One barometer of Russo-Chinese relations is the Shanghai Cooperation Organization, a loose association of Russia, China and Central Asian states. The SCO was the “Shanghai Five” until last June, when Uzbekistan joined Kazakhstan, Kyrgyzstan and Tajikistan as members, and Russia and China set out to turn the group into a collective security system that could prevent any Western military penetration of post-Soviet space.

But the SCO had no role at all when Central Asian nations scurried to stake out positions after the September 11 attacks. Uzbekistan and then Tajikistan opened facilities to United States and other Western forces attacking the Taliban across the Afghan border. Kyrgyzstan and Kazakhstan, which do not border on Afghanistan, later offered overflight and landing rights. Vladimir Putin went to Texas and made oh, so nice. The SCO went into cardiac arrest.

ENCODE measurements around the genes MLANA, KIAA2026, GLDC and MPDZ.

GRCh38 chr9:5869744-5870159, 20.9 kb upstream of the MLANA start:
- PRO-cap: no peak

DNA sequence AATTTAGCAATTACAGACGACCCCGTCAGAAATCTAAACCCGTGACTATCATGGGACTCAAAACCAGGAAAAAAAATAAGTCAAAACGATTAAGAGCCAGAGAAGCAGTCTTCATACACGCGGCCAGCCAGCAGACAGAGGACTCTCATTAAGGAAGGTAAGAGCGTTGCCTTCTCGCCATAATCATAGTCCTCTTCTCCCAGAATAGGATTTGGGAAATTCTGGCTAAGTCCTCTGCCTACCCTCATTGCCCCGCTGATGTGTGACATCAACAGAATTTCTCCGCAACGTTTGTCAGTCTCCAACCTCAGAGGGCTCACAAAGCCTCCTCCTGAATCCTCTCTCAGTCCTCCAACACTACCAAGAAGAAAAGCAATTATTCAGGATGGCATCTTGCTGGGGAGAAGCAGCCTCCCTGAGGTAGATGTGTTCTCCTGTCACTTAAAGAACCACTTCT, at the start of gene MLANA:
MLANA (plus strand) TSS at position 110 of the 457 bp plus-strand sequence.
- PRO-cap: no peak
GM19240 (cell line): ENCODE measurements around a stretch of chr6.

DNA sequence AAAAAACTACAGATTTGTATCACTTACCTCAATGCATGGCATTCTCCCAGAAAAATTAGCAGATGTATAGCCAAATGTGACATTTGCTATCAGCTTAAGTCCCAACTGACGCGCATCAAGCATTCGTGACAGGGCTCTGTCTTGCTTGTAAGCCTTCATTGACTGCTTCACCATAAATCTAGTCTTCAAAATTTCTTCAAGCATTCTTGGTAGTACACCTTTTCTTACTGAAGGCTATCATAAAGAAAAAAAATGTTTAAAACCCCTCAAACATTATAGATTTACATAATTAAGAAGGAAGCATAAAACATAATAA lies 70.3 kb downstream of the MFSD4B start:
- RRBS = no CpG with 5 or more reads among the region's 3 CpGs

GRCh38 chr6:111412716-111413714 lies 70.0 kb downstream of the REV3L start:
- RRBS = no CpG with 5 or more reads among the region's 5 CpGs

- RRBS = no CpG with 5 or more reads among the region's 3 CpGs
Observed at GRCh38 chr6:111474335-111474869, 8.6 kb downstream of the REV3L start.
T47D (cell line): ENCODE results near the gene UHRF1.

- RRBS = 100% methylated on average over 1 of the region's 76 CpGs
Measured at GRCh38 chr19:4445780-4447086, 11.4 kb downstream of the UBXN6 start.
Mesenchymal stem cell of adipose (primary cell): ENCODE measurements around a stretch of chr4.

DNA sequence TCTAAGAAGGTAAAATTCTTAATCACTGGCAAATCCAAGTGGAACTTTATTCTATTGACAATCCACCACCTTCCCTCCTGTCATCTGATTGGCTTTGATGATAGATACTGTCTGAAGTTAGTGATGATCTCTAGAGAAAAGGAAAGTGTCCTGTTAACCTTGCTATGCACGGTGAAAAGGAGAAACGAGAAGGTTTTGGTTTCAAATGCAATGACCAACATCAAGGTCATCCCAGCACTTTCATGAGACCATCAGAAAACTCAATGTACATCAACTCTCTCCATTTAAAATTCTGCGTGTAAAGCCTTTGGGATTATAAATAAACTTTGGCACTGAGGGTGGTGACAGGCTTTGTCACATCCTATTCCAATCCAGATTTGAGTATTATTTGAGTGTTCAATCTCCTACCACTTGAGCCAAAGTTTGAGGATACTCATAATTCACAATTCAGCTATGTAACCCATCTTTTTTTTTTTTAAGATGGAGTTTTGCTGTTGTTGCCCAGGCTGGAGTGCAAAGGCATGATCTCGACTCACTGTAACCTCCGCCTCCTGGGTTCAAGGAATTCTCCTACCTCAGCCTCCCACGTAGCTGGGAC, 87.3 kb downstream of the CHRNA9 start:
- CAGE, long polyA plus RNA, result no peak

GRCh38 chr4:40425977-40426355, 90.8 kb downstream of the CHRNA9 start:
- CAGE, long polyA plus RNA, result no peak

But at a January 7 session in Beijing, Russia and China gave collective security a diplomatic shot of epinephrine. The SCO countries signed on to a tour-de-force communiqué that managed to discuss the September 11 attacks at length without mentioning the United States of America. The attacks against the [nameless place] should be avenged by the “international community” with “the United Nations and its Security Council” in the lead. The communiqué lays out a case for getting the Americans out of Central Asia as quickly as possible.

But international avengers should know their place. “Antiterrorism actions should not lead to interference in the internal affairs of sovereign countries,” the SCO explained. The “United Nations and its Security Council” have nothing to do with combating terrorism or whatever is causing trouble in Chechnya or China’s Xinjiang-Uighur Autonomous Region. Global sauce for your goose, sovereign sauce for our gander.